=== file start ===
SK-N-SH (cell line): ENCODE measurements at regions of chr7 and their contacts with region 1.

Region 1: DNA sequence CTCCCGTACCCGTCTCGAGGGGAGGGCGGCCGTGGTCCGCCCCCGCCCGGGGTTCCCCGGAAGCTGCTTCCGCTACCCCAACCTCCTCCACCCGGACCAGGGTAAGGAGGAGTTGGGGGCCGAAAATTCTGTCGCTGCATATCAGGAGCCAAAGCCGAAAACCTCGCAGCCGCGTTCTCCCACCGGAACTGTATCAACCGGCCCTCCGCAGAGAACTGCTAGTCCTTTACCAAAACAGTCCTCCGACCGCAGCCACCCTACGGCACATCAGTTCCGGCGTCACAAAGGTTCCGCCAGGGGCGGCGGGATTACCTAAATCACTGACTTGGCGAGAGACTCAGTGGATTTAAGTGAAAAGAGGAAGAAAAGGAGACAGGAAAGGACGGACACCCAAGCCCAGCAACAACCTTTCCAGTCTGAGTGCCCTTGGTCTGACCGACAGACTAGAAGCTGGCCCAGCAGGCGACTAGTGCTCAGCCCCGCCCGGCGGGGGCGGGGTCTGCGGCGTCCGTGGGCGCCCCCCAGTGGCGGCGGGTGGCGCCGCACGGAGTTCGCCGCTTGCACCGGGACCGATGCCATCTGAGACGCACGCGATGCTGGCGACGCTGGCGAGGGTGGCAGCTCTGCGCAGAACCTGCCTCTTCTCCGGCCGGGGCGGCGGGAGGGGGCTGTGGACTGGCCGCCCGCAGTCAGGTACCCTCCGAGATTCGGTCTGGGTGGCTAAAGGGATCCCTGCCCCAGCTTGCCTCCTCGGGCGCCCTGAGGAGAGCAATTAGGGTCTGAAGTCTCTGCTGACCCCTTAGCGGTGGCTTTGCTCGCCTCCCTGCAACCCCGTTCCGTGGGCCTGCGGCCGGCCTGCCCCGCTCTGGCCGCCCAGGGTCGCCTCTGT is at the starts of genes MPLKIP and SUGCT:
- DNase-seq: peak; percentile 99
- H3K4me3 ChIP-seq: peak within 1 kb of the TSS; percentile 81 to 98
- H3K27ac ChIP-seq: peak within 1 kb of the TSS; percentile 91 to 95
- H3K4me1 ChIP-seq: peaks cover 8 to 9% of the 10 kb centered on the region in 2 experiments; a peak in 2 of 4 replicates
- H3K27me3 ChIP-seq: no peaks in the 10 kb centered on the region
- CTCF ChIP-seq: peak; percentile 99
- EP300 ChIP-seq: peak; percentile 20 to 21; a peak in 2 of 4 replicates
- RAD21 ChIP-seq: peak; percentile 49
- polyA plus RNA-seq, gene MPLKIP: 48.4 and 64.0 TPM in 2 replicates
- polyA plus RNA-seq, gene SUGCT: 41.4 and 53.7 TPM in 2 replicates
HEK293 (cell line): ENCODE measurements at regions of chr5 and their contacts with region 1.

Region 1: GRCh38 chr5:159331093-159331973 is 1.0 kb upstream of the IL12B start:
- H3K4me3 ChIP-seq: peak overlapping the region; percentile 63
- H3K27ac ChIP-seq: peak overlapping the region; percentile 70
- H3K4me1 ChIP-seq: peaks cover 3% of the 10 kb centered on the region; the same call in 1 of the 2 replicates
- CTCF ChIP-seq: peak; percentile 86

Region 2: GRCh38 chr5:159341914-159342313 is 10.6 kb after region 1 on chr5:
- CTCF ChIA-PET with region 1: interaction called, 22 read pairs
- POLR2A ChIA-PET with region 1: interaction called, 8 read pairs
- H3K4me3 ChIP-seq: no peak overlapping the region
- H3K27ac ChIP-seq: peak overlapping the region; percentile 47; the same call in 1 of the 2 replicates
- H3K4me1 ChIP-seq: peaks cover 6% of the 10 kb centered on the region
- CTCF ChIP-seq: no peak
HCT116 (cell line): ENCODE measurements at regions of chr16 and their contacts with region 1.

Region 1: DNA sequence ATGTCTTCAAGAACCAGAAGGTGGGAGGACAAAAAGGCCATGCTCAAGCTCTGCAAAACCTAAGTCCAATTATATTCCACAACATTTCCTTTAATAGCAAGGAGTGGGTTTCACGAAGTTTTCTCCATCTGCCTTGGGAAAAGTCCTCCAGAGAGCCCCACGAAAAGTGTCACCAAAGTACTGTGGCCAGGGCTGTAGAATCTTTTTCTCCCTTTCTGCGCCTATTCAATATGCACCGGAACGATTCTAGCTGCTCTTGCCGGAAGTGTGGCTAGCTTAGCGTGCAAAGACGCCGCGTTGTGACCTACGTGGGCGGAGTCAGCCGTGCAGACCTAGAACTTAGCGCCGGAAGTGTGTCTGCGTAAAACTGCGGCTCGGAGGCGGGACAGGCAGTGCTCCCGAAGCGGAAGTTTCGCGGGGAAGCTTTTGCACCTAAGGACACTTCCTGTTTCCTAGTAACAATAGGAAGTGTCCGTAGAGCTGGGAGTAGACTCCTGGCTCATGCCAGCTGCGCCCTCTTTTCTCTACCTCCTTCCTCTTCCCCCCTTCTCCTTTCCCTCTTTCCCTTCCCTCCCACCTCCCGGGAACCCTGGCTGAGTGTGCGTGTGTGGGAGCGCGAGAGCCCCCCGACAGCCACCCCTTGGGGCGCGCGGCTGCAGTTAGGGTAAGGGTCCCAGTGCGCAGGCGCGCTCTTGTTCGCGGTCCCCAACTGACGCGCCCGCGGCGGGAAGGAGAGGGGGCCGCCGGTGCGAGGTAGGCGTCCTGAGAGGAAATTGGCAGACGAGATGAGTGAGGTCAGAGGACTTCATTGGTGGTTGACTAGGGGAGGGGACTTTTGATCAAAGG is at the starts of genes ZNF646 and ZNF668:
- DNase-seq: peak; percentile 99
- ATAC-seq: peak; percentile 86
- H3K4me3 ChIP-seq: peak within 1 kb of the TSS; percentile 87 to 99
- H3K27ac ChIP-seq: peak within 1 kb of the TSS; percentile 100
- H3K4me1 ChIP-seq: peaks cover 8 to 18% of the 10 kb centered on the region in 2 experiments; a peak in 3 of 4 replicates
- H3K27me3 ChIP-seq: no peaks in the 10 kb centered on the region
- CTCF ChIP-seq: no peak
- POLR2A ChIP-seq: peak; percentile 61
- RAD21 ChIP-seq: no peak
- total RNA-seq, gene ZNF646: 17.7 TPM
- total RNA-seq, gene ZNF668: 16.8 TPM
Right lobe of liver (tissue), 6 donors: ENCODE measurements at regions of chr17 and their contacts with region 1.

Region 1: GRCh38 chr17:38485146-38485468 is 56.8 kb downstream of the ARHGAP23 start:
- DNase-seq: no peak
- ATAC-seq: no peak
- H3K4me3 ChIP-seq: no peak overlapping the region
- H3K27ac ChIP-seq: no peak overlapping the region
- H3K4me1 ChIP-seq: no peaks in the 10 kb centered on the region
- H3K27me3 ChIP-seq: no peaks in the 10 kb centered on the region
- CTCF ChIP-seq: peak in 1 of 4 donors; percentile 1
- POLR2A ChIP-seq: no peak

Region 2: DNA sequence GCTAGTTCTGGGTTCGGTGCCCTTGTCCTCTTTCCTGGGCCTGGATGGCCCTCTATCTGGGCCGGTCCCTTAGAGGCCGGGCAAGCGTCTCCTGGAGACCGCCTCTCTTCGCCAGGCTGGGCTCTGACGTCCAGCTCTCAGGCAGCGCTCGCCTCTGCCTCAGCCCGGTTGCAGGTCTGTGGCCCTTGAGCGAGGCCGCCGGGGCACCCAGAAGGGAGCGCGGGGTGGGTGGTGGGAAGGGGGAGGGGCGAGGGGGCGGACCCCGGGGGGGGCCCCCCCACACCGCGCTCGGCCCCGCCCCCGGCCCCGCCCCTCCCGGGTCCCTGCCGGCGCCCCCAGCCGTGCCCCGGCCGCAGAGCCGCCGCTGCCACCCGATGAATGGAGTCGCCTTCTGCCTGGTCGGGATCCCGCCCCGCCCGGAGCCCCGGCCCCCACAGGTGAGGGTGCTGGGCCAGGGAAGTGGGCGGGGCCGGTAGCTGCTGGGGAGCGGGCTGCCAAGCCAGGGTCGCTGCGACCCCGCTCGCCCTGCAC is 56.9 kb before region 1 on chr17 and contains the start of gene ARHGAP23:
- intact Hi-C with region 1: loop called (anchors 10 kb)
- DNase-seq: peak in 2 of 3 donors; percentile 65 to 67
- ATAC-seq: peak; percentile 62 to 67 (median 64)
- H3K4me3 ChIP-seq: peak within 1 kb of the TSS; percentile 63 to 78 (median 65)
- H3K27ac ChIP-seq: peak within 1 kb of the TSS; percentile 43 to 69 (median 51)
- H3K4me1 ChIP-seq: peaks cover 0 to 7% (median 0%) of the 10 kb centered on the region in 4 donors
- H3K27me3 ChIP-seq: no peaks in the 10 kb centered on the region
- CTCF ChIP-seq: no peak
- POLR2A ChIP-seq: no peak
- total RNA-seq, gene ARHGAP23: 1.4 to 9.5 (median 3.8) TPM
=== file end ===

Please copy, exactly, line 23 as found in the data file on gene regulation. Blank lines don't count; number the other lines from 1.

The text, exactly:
- H3K27ac ChIP-seq: peak overlapping the region; percentile 47; the same call in 1 of the 2 replicates